40, wherein the sub-module for deriving the direction of lines in the 3D scene for planes being modeled comprises a sub-module for using the camera orientation matrix and two pairs of parallel lines of the projected and aligned model which have been superimposed on the corresponding plane in the screen image to derive the direction of the lines.42. The system of claim
41, wherein the sub-module for deriving the direction of lines in the 3D scene for planes to be modeled using the camera orientation matrix and two pairs of parallel lines of the projected and aligned model, comprises, for each plane, the sub-modules for:identifying the coordinates of two points on each line in the panoramic view that corresponds to the two pairs of parallel lines;
computing a normal for each of the projection planes associated with the two pairs of parallel lines in the panoramic view, each projection plane being defined by the two identified points and a camera center associated with the panoramic view;
computing a line direction for each pair of parallel lines in the panoramic view using the computed projection plane normals associated with that pair of parallel lines; and
computing the line direction in each plane in the 3D scene corresponding to each pair of parallel lines in the panoramic view using the computed panoramic view line directions and the camera orientation matrix.
43. The system of claim
40, wherein the sub-module for deriving the direction of lines in the 3D scene for planes being modeled comprises a sub-module for using the camera orientation matrix and three lines of the projected and aligned model which have been superimposed on the corresponding plane in the screen image and which form three lines of a rectangle on the screen image plane to derive the direction of the lines.44. The system of claim
43, wherein the sub-module for deriving the direction of lines in the 3D scene for planes to be modeled using the camera orientation matrix and three lines of the projected and aligned model, comprises, for each plane, sub-modules for:identifying the coordinates of two points on each line in the panoramic view that corresponds to the three lines of the rectangle;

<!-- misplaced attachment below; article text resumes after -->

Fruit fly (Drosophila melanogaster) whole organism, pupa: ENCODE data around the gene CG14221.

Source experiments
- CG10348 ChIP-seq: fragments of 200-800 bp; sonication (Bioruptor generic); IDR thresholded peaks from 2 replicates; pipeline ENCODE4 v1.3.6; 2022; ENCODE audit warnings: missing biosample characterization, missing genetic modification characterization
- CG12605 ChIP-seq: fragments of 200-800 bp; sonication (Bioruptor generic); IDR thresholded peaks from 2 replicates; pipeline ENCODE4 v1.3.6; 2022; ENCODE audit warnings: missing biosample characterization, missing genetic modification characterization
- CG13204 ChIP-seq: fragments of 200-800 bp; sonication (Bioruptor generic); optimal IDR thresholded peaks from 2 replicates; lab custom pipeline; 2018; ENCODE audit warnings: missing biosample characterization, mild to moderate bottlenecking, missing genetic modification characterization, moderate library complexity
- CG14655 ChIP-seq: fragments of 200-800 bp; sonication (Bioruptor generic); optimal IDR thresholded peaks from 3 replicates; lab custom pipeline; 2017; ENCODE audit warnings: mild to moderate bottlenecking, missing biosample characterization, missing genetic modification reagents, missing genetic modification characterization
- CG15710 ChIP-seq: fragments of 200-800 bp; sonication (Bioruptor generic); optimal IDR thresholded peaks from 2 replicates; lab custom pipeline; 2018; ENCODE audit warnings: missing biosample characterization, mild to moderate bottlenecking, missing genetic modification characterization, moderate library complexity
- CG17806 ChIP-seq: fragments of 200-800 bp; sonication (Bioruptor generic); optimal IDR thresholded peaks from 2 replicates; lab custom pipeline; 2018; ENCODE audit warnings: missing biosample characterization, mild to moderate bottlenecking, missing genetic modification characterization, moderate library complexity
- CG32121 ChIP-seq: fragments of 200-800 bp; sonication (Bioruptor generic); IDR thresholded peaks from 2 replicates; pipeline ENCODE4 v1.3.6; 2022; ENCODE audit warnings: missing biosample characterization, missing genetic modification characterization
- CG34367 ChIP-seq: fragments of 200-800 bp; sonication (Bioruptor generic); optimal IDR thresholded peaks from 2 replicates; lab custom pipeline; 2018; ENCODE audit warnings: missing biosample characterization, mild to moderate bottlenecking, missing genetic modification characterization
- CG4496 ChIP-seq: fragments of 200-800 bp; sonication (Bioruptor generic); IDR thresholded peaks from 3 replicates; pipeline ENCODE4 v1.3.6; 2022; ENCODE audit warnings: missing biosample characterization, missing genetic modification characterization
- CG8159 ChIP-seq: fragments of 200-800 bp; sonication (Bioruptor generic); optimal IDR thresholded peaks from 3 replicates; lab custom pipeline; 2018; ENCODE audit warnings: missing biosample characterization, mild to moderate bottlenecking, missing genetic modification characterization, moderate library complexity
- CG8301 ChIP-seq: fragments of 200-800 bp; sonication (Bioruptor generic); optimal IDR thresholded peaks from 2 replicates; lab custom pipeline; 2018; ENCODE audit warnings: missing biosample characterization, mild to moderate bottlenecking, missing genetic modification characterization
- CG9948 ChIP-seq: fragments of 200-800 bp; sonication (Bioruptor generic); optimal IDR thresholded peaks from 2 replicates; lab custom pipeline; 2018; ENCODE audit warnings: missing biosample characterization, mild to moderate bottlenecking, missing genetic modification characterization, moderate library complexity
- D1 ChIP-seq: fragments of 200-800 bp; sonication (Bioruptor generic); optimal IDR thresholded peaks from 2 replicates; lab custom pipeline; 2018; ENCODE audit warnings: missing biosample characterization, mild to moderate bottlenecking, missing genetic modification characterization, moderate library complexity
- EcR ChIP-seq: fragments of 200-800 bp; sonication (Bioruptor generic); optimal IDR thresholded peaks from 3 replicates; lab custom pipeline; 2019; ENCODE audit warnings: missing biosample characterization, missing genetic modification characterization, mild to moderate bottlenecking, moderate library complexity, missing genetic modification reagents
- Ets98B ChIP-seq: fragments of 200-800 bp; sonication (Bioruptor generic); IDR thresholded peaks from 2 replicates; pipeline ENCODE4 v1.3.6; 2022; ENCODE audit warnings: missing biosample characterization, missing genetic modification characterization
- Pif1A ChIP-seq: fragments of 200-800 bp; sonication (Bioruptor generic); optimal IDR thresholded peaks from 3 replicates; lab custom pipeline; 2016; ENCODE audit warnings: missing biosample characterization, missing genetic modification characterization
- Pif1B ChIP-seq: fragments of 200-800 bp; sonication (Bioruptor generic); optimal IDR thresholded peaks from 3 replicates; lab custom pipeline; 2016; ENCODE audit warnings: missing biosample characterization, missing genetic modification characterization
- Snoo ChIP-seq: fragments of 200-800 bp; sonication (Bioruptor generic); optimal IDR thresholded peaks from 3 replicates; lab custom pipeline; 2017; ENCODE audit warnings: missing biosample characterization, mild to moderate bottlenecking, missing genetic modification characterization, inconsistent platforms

computing a normal for each of the projection planes associated with the three lines of the rectangle in the panoramic view, each projection plane being defined by the two identified points and a camera center associated with the panoramic view;
computing a line direction for two lines of the three lines of the rectangle in the panoramic view that are parallel using the computed projection plane normals associated with the pair of parallel lines; and
computing the line direction in each plane in the 3D scene corresponding to the pair of parallel lines in the panoramic view using the computed panoramic view line direction and the camera orientation matrix;
computing a 3D scene projection of the projection plane normal associated with the remaining, non-parallel line of the three lines of the rectangle using the camera orientation matrix;
computing a line direction for a line in the 3D scene corresponding to the remaining, non-parallel line of the three lines of the rectangle in the panoramic view using the previously computed line direction of the pair of parallel lines in the 3D scene and the previously computed 3D scene projection of the projection plane normal associated with the remaining, non-parallel line.